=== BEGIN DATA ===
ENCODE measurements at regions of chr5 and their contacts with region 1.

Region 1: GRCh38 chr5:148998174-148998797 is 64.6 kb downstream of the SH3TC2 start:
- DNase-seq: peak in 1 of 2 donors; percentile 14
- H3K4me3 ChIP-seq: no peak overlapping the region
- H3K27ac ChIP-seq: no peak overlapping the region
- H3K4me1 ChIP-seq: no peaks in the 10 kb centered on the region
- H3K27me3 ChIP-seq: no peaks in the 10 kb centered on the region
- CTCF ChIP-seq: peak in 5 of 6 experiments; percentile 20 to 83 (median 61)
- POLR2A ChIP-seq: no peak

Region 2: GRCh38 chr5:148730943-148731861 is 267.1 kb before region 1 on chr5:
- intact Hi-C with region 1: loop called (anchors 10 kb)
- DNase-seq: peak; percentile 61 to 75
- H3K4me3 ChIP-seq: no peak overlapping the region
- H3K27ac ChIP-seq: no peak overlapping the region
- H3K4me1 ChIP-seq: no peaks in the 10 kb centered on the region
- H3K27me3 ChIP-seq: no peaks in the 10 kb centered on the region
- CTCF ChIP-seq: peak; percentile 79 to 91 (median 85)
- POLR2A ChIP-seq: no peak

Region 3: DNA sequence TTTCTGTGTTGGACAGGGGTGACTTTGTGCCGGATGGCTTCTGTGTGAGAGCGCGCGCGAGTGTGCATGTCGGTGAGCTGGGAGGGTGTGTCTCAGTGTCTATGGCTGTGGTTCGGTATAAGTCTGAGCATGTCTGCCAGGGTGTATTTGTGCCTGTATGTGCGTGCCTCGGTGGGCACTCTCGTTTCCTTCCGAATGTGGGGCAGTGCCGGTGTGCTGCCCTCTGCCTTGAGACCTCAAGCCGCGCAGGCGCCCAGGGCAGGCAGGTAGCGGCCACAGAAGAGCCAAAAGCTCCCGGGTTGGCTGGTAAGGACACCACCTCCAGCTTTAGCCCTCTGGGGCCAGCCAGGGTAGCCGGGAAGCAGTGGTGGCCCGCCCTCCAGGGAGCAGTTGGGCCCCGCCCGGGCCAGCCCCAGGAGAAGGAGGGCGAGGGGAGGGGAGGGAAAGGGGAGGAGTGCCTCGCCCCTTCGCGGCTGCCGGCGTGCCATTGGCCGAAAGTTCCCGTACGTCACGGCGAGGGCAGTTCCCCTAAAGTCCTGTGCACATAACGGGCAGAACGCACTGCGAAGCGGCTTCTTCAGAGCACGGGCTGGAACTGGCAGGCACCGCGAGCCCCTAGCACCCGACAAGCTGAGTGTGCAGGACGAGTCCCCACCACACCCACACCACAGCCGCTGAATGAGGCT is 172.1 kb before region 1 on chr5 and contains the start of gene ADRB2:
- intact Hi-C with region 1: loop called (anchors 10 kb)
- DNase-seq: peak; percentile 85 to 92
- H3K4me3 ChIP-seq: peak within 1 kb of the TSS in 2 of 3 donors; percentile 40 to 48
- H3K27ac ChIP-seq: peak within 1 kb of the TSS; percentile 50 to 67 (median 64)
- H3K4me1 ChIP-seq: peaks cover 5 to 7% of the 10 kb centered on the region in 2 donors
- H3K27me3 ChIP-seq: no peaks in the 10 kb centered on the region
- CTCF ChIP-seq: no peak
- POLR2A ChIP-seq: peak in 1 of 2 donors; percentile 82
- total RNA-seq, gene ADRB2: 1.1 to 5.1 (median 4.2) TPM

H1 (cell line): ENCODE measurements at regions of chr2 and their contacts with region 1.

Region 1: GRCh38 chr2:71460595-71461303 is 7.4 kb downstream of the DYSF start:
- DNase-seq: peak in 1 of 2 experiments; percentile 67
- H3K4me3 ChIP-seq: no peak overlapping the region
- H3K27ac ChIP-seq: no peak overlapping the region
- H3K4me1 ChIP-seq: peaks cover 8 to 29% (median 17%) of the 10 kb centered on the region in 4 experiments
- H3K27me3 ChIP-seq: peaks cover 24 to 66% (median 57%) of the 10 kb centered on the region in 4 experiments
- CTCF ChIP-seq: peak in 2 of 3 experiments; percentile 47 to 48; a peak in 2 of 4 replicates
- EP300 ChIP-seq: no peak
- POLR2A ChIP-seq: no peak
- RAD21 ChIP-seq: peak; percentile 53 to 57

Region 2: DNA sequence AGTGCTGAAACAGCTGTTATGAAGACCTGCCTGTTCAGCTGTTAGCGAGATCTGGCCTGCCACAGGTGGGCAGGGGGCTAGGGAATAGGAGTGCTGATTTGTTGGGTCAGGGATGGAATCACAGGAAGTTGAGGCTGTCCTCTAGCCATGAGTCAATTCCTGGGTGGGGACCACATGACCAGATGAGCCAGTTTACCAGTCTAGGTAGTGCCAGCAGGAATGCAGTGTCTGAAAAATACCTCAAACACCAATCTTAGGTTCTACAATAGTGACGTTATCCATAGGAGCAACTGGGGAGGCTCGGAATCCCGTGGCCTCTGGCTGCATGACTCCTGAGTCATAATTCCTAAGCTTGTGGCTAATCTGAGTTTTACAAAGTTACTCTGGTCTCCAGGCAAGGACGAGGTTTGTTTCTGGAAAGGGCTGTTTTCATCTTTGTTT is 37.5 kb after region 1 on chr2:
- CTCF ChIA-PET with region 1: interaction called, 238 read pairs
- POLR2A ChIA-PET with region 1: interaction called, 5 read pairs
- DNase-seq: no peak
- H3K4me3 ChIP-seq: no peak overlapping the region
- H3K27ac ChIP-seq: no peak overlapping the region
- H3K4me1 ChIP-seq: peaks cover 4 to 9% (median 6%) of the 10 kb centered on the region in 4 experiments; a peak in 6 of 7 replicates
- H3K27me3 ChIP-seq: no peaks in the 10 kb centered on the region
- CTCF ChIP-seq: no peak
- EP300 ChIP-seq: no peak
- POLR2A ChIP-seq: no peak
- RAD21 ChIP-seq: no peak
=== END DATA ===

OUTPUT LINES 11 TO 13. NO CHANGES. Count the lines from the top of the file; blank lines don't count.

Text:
- intact Hi-C with region 1: loop called (anchors 10 kb)
- DNase-seq: peak; percentile 61 to 75
- H3K4me3 ChIP-seq: no peak overlapping the region